Living With My Century
By: Eda Sagarra
Publication Date: 2 June 2022
Professor Eda Sagarra, born in 1933, has been a significant and influential figure in Irish and European academic policy-making, contributing to the early development of the Erasmus scheme. Now, aged nearly 88, this memoir gives striking evidence of her self-discipline and formidable energy. This substantial memoir by one of the foremost female academics in Ireland starts with Sagarra’s own perspective on committing her life story to history during the pandemic lockdown of 2020:
The following memoir recalls for those born in the present century and schooled without the strong sense of Irish history, which defined our people from the Great Famine of the 1840s until recent times, what it was like to grow up as a woman in the twentieth century and seek a career in a man’s world. It tries to re-capture as much what it felt like to the person experiencing it as what was happening in society. Younger people today who read of the restrictions to which women were subject in the 1930s, 1940s and 1950s, will find it difficult to comprehend why our generation and the one that followed ours didn’t challenge them. But probably the greatest contrast between the Ireland of then and now was the room for manoeuvre – or rather the absence of it. Today our lives are premised on a constantly changing world. Ireland is more connected across the globe than ever it was. Today most people are mobile. The Ireland when I was young was in almost every respect a static, hierarchical and paternalist society, one in which the accident of your birth would generally determine your whole life. No life is representative, but every person’s experience is unique and worth recording for those who come after us.
A south Dublin convent girl, Sagarra probes childhood and family, schooling, and UCD — with a perceptive commentary on the Ireland of the 1930s and 1940s. Her remarkable memory and shrewd eye for detail present at times a painfully honest account of family and in the upper middle-class world of Catholic south Dublin, revealing the profound influence of Europe during her postgraduate years in post-war Germany, Switzerland and Austria.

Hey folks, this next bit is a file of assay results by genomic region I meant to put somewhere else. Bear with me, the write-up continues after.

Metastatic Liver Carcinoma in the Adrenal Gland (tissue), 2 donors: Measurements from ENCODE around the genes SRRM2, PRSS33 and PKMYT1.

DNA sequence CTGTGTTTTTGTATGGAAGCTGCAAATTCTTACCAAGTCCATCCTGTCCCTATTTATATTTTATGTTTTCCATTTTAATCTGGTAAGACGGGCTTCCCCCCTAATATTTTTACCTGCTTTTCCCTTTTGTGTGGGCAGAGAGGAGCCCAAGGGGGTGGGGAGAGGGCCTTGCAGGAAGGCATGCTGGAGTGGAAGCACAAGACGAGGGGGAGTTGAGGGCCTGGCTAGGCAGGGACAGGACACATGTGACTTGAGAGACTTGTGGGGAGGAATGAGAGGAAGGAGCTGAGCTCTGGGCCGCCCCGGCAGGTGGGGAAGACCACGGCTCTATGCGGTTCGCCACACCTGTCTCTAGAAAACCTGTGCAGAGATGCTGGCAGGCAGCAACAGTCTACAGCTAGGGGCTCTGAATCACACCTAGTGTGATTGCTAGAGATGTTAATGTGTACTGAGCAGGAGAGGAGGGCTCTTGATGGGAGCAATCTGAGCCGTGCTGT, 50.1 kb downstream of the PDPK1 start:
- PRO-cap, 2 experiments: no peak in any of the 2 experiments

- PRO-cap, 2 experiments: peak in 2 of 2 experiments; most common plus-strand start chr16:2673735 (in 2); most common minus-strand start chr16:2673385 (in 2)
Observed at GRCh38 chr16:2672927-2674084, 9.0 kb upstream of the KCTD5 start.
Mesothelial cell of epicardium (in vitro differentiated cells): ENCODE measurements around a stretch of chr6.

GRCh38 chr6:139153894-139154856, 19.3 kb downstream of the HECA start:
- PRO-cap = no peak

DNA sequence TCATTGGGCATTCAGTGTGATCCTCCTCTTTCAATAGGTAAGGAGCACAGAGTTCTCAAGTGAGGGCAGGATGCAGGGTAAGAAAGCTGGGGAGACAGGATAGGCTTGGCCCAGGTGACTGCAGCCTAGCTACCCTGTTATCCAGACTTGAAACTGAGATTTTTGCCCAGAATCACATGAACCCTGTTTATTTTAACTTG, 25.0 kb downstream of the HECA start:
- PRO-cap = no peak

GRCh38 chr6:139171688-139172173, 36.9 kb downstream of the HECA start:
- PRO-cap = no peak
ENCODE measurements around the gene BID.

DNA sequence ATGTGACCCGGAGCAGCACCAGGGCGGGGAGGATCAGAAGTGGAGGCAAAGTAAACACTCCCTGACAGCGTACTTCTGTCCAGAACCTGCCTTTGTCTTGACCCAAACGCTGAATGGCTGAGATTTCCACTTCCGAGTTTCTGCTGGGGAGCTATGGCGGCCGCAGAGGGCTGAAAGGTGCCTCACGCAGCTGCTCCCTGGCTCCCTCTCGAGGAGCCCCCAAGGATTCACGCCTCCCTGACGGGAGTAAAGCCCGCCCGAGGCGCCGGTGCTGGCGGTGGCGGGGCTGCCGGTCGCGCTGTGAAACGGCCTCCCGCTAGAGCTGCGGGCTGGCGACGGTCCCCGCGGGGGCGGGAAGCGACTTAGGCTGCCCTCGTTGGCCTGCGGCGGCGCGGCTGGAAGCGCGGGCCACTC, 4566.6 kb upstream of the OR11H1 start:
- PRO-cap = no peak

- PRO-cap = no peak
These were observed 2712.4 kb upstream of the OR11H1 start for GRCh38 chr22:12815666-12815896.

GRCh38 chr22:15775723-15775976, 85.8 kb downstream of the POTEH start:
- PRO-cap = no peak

Running through this forensic account of her academic life is a keen awareness of the constant if subtle barriers to female advancement.
For contemporary critics reconstructing the history of gender equality in Ireland and for readers of feminist history, this makes for essential reading. Her description of retirement since 1998 is colourful, poignant and revealing, and her reflections on old age and youth resonate.
‘Professor Eda Sagarra has written a fascinating memoir stretching over her almost ninety years of life constitutionally interested in a positive sense in the lives of other people, she shows herself to be an acute and shrewd observer of the political scene and human nature.’ – Senator David Norris
‘An absorbing account of a life well-lived over the last eight decades, offering keen observations on critical events in Irish and European history along the way – with great flashes of wry humour, particularly when reflecting on the many barriers faced by those women of Eda’s generation who boldly sought to build an academic career. Happily, much has changed!’ – Ivana Bacik, TD
‘A warm-hearted, witty and scholarly remembrance of a life well-lived … A book and a character to treasure.’ – Lelia Doolan
‘Peppered generously with self-effacing humour … a detailed social history as well as a personal memoir, it reminds us that while real gender equality still eludes us, we’ve come a long way.’ Anne Cunningham, Sunday Independent
ABOUT THE AUTHOR
Professor Eda Sagarra has had an illustrious academic career. Currently emeritus Professor of German at Trinity College Dublin, she was also the first female Registrar in any university between Ireland and Great Britain from 1981 to 1986 and held the position of Professor of German from 1975 to 1998. Author of a number of key books on German history and literature, she has also written about Irish history in the form of a biography of her father, the Irish Volunteer Kevin O’Shiel, and her grandfather T.A. Smiddy. Read more.
|Dimensions||156 × 234 mm|
2 June 2022
Paperback with flaps, 400pp.
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